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"Tear away the mask from Freemasonry, Pope Leo XIII

ON THE ORIGIN OF CIVIL POWER

* * * * * * * * * * * * * **

DIUTURNUM

Encyclical of Pope Leo XIII

promulgated on June 29, 1881.

To  the  Patriarchs,  Primates,  Archbishops, and
Bishops  of  the  Catholic  world  in  Grace  and
Communion with the Apostolic See.

The  long-continued  and  most  bitter  war waged
against the divine authority of  the  Church  has
reached  the culmination to which it was tending,
the common danger, namely, of human society,  and
especially of the civil power on which the public
safety chiefly reposes. In  our  own  times  most
particularly this result is apparent. For popular
passions now  reject,  with  more  boldness  than
formerly,  every restraint of authority. So great
is the license on  all  sides,  so  frequent  are
seditions and tumults, that not only is obedience
often refused to those who  rule  states,  but  a
sufficiently  safe guarantee of security does not
seem to have been left to them.

2. For a long time, indeed, pains have been taken
to  render  rulers  the  object  of  contempt and
hatred to the multitude. The flames of envy  thus
excited  have  at  last burst forth, and attempts
have been  several  times  made,  at  very  short
intervals,  on  the  life  of  sovereign princes,
either by secret plots or by  open  attacks.  The
whole  of Europe was lately filled with horror at
the  horrible   murder   of   a   most   powerful
emperor.[1]  Whilst  the  minds  of men are still
filled with astonishment at the magnitude of  the
crime,  abandoned  men  do  not  fear publicly to
utter threats  and  intimidations  against  other
European princes.

3. These perils to commonwealth, which are before
Our eyes, fill Us with  grave  anxiety,  when  We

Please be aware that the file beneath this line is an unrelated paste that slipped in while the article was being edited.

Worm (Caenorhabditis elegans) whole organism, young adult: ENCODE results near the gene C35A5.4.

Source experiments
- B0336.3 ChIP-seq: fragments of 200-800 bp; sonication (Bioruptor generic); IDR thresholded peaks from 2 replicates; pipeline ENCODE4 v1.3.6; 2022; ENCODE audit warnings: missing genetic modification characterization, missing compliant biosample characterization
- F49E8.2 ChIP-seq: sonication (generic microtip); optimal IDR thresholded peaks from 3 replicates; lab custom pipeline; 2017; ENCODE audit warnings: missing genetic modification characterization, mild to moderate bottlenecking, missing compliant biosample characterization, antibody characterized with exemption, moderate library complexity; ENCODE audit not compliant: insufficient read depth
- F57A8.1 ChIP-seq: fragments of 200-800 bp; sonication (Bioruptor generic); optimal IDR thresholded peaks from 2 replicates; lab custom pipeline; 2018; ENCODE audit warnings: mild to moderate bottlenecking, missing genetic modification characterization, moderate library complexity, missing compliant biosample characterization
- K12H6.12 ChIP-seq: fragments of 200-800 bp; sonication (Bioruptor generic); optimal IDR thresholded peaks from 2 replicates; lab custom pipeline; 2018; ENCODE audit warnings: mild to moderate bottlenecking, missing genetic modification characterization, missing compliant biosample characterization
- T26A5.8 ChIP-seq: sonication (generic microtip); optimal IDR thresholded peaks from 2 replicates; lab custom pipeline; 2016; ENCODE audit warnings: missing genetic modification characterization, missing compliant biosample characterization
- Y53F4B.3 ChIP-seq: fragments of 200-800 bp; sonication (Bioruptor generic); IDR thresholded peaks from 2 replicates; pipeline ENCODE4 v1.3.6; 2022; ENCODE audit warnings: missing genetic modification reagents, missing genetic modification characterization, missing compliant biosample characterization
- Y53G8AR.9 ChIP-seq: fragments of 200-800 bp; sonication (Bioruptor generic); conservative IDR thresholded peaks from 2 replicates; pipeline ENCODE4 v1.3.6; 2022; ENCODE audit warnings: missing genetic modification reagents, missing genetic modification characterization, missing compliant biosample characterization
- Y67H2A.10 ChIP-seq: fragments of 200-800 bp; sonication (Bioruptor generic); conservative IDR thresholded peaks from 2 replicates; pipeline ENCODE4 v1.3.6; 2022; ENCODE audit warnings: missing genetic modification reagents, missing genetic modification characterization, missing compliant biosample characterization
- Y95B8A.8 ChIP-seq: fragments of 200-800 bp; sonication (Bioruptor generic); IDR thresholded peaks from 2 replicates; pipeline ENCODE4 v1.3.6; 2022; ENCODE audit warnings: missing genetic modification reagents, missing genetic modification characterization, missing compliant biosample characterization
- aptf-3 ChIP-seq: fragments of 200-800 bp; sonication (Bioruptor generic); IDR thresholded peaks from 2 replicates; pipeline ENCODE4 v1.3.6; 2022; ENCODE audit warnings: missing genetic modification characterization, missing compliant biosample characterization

behold   the   security   of   rulers   and   the
tranquillity of empires, together with the safety
of  nations,  put  in  peril  almost from hour to
hour.  Nevertheless,  the  divine  power  of  the
Christian  religion  has given birth to excellent
principles of stability and order for the  State,
while at the same time it has penetrated into the
customs and institutions of States. And  of  this
power  not the least nor last fruit is a just and
wise proportion of mutual rights  and  duties  in
both princes and peoples. For in the precepts and
example of Christ our Lord there is  a  wonderful
force for restraining in their duty as much those
who obey as  those  who  rule;  and  for  keeping
between   them   that  agreement  which  is  most
according to nature, and that concord  of  wills,
so  to  speak,  from  which  arises  a  course of
administration  tranquil  and   free   from   all
disturbance.  Wherefore,  being,  by the favor of
God,  entrusted  with  the  government   of   the
Catholic    Church,   and   made   guardian   and
interpreter of the doctrines of Christ, We  judge
that  it  belongs  to Our jurisdiction, venerable
brethren, publicly to  set  forth  what  Catholic